Spirited Away Is The Best Anime Movie For Kids (And Also Adults)

Chihiro in Spirited Away.
(Image credit: Studio Ghibli)

I have pretty much devoted myself to the world of anime at this point in my life. I watch the latest anime to keep up to date, talk about the best ones you should check out like Chainsaw Man, or the sports anime, Blue Lock, and even return to older anime when I feel a bit nostalgic, like Pokémon. However, one thing I don’t necessarily talk about that often is anime movies. Anime movies themselves are excellent, but there’s one specific studio that I need to give praise to today and that is Studio Ghibli. The company has made so many amazing movies, but one of my favorites, hands down, is Spirited Away. 

The film follows Chihiro, a young girl who makes it her mission to get her parents back when they are turned into pigs for being greedy and eating too much food at a spiritual bathhouse. The movie is the best anime film for kids (and adults) to watch, and if you haven’t seen it yet, you need to watch it now. 

Chihiro in Spirted Away.

(Image credit: Studio Ghibli)

First Off – The Animation Is Beautifully Done

I mean, anime in general is such a unique artform. It’s not necessarily the 2D animation that many people have seen in the Disney renaissance movies, but it’s also not a completely different kind of animation, like stop-motion. It’s another form entirely, where dedicated artists spend hours on certain scenes to make them utterly perfect, getting every detail correct – and most of the time, making it so colorful.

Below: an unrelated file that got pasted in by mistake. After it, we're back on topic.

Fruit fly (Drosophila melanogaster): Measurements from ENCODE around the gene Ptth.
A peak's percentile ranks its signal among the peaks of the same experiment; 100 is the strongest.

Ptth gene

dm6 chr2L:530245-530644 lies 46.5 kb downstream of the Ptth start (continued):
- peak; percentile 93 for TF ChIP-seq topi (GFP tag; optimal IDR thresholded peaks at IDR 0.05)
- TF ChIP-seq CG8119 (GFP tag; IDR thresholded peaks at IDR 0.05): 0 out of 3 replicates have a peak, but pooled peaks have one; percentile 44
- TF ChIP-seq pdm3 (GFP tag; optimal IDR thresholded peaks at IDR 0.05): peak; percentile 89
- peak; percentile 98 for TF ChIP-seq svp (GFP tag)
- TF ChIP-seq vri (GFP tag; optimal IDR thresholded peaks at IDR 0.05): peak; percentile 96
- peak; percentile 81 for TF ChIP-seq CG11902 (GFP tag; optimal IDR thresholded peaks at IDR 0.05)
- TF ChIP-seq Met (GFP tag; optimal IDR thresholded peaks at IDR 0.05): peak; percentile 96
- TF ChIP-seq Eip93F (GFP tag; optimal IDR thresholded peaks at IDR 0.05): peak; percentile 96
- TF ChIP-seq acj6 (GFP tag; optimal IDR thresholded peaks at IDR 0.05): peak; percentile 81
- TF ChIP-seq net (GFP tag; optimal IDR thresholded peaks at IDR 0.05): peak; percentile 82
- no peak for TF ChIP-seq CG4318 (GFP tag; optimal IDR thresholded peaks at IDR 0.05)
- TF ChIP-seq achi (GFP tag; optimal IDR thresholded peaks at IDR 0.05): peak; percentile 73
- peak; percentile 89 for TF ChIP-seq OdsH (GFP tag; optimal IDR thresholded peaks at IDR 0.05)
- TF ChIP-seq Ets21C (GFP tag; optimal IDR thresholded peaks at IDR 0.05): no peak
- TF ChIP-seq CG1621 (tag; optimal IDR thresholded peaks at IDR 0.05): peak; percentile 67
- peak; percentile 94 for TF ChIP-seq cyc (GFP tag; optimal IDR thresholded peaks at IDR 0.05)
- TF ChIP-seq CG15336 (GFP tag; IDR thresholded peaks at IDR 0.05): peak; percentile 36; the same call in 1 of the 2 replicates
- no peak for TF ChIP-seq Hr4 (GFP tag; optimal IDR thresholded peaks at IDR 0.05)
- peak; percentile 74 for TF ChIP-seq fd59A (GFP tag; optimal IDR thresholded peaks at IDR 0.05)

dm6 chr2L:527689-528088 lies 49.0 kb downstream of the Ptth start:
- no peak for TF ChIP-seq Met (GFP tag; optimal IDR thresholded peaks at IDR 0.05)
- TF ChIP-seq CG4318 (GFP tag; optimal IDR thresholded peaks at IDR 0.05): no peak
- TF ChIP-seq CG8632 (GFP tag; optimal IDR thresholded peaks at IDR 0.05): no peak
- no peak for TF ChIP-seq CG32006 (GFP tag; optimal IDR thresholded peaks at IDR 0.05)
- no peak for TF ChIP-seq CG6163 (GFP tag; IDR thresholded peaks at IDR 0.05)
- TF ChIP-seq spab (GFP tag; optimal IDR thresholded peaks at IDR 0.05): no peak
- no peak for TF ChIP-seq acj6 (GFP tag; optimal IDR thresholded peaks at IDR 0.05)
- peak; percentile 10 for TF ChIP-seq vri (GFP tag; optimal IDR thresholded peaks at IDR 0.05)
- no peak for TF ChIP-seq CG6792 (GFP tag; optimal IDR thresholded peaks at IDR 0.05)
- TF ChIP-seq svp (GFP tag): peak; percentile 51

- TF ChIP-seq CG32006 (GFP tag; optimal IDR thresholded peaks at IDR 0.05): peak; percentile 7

Spirited Away is one of those movies where the animation will just blow you away. There are so many shots from this film that truly blew my mind and made me wonder how on earth these artists were able to create such vivid sequences. Just the first entry into the enormous bathhouse that we are given, where we see so many different spirits and colors – it always astounds me every time I watch it. 

I have to say that the animation for this ties with another favorite Studio Ghibli film of mine, Howl’s Moving Castle. While I think it’s the best overall Studio Ghibli movie, the animation between of both is just amazing.

Chihiro in Spirted Away.

(Image credit: Studio Ghibli)

And Every Character Is So Unique

Anime in general has given so many types of characters the chance to shine. I think that’s a huge reason why I prefer anime to traditional American animation, because it feels that every character is really given a story and a unique personality. I feel like half the time, I enjoy the side characters of shows like Attack on Titan or My Hero Academia almost more than the main character – because they’re so well done.

In Spirited Away, every character – and I mean every character – is so unique in so many ways. Not only in personality, but in design. There is not a single one that looks like another, from Yubaba to Haku to even No-Face. And their personalities are so distinctly different, it’s always a pleasure to see them again. 

Chihiro in Spirited Away.

(Image credit: Studio Ghibli)

However, The Real Star Is Chihiro 

Chihiro is the main protagonist, so you would expect her to be the main star, but like I said before – sometimes the main characters are overshadowed by side-characters. It’s happened a lot more than you would expect. But I don’t feel that way with Chihiro in Spirited Away. 

The first time I had watched this movie, I was around the same age as Chihiro, so obviously I felt a connection to her in some way. It was like when I first played The Last of Us, and had a connection to Ellie because she was the same age as me at the time (fourteen). That’s just how my brain works – but Chihiro as a character is such a great protagonist to follow, not only for children, but for adults.